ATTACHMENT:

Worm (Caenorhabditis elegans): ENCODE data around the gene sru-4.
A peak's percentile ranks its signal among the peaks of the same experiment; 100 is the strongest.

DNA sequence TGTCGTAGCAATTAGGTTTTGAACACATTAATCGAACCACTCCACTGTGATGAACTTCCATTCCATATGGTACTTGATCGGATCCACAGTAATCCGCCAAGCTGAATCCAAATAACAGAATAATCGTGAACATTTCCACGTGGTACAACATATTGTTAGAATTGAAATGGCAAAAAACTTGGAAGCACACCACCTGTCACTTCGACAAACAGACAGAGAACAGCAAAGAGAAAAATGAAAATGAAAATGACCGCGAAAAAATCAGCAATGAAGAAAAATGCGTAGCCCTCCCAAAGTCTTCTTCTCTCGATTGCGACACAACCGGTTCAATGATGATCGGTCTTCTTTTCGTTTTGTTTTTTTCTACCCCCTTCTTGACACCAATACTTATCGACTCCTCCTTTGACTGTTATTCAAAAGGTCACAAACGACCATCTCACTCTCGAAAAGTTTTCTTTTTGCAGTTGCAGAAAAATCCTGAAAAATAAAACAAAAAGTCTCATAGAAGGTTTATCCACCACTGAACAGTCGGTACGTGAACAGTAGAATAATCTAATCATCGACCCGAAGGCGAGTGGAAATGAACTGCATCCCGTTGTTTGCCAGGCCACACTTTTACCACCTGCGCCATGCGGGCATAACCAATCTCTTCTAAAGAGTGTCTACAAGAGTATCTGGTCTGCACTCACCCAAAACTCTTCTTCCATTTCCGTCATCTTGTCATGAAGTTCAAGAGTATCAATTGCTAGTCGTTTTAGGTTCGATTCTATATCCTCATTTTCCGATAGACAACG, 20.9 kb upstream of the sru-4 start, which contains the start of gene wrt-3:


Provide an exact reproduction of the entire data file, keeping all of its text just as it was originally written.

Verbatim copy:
Worm (Caenorhabditis elegans): ENCODE data around the gene sru-4.
A peak's percentile ranks its signal among the peaks of the same experiment; 100 is the strongest.

DNA sequence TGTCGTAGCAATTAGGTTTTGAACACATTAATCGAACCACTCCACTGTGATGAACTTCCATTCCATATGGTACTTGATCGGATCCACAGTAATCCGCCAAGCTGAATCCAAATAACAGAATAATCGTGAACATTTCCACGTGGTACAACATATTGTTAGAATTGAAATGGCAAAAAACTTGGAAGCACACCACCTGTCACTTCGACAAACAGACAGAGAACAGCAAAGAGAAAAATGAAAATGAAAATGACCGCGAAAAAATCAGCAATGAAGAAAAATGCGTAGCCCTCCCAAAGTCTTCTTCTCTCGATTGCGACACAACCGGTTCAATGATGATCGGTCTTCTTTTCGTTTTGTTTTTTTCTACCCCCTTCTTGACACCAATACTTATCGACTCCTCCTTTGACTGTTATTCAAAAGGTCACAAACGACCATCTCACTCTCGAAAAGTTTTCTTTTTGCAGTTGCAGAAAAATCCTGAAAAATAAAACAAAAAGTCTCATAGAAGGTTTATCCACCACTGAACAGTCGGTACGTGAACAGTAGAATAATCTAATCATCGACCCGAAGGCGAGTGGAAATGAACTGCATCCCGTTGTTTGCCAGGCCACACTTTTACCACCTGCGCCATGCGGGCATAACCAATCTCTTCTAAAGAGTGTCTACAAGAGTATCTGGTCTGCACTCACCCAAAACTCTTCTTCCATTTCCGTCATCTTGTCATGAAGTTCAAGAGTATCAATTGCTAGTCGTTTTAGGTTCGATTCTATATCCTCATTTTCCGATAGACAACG, 20.9 kb upstream of the sru-4 start, which contains the start of gene wrt-3: